Sunday, 7 October 2018

Sunday Stamps H3 - USA, Germany

It was a musical that gave me the idea for my first stamp this week, not that I am likely to see it.
USA - 11 January 1957
200th anniversary of death
The first stamp to honour Hamilton was issued in 1870 and was the first to honour a Secretary of State. One of the Founding Fathers of the USA he died the day after a duel with Aaron Burr. In 1804 Burr had taken offence to Hamilton calling him unworthy to become governor of New York State.

The building on the stamp is the then Federal Hall in New York on the steps of which George Washington had been sworn in as the first President of the USA.

Another Alexander who I knew little about was the German who has had an ocean current and penguins name after him.
Germany - 6 May 1959
Anniversary of his death
The low salinity ocean current running up the west coast of South America is named after the geographer and explorer Alexander von Humboldt (1769 - 1859). Humboldt was the first person, as long ago as 1800 and 1831 to describe climate change and its cause by human influence based on his observations during his voyages.

However it's the Humboldt penguins where I first heard his name.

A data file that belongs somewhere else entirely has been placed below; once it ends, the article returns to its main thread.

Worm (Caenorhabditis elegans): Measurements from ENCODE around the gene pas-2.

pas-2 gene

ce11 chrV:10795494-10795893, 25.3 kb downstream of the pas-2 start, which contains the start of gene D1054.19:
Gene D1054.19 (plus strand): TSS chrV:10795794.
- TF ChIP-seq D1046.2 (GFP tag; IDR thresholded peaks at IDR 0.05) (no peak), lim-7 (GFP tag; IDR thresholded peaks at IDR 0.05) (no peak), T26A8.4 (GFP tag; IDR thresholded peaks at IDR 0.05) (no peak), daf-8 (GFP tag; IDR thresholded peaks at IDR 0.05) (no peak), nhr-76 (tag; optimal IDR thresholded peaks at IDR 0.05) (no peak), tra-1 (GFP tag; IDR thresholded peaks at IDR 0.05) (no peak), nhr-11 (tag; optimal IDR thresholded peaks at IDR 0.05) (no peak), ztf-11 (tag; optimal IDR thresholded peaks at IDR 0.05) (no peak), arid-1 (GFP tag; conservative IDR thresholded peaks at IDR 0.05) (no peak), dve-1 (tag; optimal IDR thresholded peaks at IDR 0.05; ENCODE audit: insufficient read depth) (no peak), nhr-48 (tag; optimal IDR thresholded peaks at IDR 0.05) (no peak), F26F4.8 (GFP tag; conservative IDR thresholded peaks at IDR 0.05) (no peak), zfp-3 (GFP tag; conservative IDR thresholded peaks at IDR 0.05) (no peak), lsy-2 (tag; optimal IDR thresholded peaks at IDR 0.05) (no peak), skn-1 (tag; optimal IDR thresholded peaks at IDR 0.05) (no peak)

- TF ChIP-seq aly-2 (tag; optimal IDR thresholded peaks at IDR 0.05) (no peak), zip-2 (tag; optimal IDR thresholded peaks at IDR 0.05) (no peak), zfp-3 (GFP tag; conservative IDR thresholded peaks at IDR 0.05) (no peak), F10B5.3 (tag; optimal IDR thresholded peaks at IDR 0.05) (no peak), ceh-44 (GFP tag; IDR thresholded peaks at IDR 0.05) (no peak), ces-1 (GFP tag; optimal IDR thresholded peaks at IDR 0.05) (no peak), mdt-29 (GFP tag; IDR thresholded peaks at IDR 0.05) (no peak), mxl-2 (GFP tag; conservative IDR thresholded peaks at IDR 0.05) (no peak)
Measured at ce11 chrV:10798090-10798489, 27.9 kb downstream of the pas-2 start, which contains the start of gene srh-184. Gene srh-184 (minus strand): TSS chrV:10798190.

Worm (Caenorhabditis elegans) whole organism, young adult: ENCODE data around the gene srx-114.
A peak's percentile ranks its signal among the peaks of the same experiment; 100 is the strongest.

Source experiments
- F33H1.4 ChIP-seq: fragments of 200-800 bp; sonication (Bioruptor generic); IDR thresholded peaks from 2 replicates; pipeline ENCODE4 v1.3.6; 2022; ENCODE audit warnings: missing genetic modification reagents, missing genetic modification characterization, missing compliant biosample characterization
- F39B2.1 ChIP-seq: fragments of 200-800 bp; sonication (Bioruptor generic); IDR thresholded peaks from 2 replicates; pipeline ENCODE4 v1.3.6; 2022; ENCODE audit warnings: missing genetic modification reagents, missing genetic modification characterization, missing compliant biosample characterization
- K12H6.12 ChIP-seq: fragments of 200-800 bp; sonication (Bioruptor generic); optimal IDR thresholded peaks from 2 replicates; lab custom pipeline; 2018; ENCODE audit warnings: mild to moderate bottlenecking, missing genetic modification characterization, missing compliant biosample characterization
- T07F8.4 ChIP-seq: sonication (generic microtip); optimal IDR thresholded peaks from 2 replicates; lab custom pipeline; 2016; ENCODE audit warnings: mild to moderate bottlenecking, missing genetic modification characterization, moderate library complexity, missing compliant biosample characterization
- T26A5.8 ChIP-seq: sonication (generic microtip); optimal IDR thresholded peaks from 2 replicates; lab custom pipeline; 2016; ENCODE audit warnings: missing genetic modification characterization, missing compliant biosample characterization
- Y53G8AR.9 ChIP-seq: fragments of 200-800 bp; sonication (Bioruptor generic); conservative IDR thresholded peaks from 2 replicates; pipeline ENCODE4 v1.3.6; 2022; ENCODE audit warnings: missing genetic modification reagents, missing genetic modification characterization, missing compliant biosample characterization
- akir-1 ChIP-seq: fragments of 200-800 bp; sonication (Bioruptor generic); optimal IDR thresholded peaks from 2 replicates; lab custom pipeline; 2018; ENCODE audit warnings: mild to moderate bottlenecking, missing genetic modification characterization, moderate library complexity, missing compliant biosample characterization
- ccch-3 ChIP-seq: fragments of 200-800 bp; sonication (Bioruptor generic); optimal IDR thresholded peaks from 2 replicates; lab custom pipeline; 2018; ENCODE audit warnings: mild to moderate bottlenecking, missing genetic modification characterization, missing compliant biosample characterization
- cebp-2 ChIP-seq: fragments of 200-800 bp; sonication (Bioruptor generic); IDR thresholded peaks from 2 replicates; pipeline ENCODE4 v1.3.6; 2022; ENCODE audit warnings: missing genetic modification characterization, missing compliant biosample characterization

The second President of the Weimar Republic was - 
Germany - Paul von Hindenburg
Hindenburg was a field marshall and leader of the German land forces in WWI. Hitler respected him until his death in 1934 despite the President having refused to appoint him Chancellor. 

For other 'H' related stamps cross over to Sunday-stamps-h.


FinnBadger said...

I'm impressed that you found two Alexander H stamps.

Joy said...

I knew the penguin but not the person, those early scientific travellers are fascinating.

Ana said...

I love penguins but never heard of Humboldt ones... or I may have not paid attention.

Eva A. said...

Very famous H today! I like to know a bit more about them.

agi said...

had no idea the climate change was mentioned so long ago. its good to learn about the person whose name has been long familiar

Maria said...

Humboldt brings me back to my high school years when I was taking Earth Science course.

violet s said...

Humboldt has a fascinatingly long wiki page!